A lo-fi cover of a lo-fi song by the Mountain Goats, from Zopilote Machine. Made in GarageBand, vocals recorded with built-in mike. I'm brand-new at this, so I welcome technical advice about how the mixing, recording, use of loops, etc. can be improved.
This is much more the style I usually work in. Poppy, punky, and fuzzy. Maybe it's just because of the low grade equipment I use, but my songs always turn into big saturated buzz-fests. At least with this one, it was no accident. As usual, recorded by myself with guitars and robots. Hope you enjoy. Lyrics inside.
Here's a track from my album about wanting to be a robot. I figure lots of you folks can probably relate. My band is currently touring the east coast, with dates in VA, NC, WV, MD, PA, NJ, NY, CT, and VT. Details inside!
Under an archway, cross a cobblestone floor through an old wooden door. There's an apartment, and someone lives there, but does anyone care?
Boisterous, jangly, synthy indie/ post-punk from The Ghost of Mankind. This is a rehearsal recording with a couple of cringe-inducing moments. This track, along with the previous two (1, 2), comprise an unreleased three-song EP tentatively titled Elegiac, almost recorded in summer 2003.
A Metafilter exclusive! This is the studio version of my contribution to the meficomp. It's the second track from my new album, which is available now.
Guitars, guitars, and a phase shifter from The Forget.
Imagined Hungarians waltzing instrumental style.
Another Square Waves song for your enjoyment. The plan is to put this song (and the other one I posted last week) out on a 7" (double A side).
The opening track from my upcoming LP. Handclaps, ooh bop bops, fiddles, and flutes.
Lyrically naughty, musically atmospheric. Features guitars, vocals, brushed drums, African thumb harp, clothes hangers, and a shy half of a fake symphony orchestra.
This is the closing track of my debut LP, Steve Goldberg and the Arch Enemies, to be released 4/20/07.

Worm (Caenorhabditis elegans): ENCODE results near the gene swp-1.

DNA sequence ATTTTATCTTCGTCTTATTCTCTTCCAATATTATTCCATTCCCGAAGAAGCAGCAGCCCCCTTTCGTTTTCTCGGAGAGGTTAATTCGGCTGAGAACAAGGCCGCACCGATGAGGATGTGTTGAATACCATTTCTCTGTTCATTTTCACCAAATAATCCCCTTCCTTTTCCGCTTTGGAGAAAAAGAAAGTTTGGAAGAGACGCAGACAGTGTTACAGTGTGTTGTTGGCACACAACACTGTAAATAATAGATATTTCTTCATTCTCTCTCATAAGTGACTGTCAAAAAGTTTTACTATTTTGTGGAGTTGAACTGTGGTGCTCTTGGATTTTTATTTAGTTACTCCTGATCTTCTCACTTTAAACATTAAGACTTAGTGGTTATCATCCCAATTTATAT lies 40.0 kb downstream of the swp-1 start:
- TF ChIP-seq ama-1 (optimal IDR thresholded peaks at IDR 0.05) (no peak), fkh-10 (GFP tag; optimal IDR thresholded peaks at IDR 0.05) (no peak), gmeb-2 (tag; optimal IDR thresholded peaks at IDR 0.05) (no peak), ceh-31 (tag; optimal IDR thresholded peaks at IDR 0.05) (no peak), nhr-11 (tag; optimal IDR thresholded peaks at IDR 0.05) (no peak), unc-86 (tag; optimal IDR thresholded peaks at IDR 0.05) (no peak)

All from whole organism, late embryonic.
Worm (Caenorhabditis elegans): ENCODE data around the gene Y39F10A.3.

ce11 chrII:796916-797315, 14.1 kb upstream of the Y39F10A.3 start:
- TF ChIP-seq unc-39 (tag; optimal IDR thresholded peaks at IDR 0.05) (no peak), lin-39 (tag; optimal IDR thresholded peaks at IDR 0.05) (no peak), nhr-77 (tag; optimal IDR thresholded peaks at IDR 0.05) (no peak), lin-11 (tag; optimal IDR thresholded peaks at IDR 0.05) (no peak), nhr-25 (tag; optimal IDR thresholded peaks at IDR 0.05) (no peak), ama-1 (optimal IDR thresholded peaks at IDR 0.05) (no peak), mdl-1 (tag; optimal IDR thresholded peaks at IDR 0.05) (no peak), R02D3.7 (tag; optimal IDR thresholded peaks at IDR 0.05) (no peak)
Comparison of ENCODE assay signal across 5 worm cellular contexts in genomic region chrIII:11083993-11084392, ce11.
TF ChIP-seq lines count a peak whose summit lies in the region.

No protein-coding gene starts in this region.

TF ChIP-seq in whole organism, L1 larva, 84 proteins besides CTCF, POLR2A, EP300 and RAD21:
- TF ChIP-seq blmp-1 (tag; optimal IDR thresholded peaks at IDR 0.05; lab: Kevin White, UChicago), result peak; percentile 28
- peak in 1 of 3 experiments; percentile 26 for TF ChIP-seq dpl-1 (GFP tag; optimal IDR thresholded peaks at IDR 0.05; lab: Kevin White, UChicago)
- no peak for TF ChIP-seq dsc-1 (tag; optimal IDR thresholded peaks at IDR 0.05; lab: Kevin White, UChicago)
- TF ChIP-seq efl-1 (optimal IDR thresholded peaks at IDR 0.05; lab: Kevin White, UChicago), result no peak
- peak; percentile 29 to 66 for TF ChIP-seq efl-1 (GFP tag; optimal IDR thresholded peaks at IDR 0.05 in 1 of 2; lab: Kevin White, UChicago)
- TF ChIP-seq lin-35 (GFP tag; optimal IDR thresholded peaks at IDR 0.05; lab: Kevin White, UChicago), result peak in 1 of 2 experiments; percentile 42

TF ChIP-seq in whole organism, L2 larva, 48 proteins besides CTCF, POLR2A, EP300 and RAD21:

Song about a Detroit waitress.
My wife accidentally broke a vase. This song resulted. It was recorded in a couple of days inbetween other projects. I used no clicktrack, metronome or drum beat, so the timing is nice and loose (in a good way, I hope). It's short, so listen twice!
A new song from a new band I am in called The Square Waves. This song is sure to be a hit on the Canadian charts, or at least a podcast intro or something (hint hint).
From the Monumental Box Tribute, a Guided by Voices cover project by Postal Blowfish comprising 5 CDs of Robert Pollard's earliest work.
This song is not exactly new (it's only slightly younger than Forwards/Back), but I didn't properly finish recording it until tonight. The levels/panning in a couple places could maybe use a little more tweaking to help everything in the mix stand out, but it's correct enough for now.
The second recording of my first visit to my school's media center. It's a song idea that I've been toying with for a long, long time. It's in 7/4... if you like that sort of thing.
I have a bunch of song ideas that I drafted a couple of years back, and am finally getting back to fleshing them out and putting lyrics vocals to them. Only problem is, I kind of forgot where I was mentally, so I'm not quite sure of what to write. This one was one of my favorites, and suggestions for theme ideas?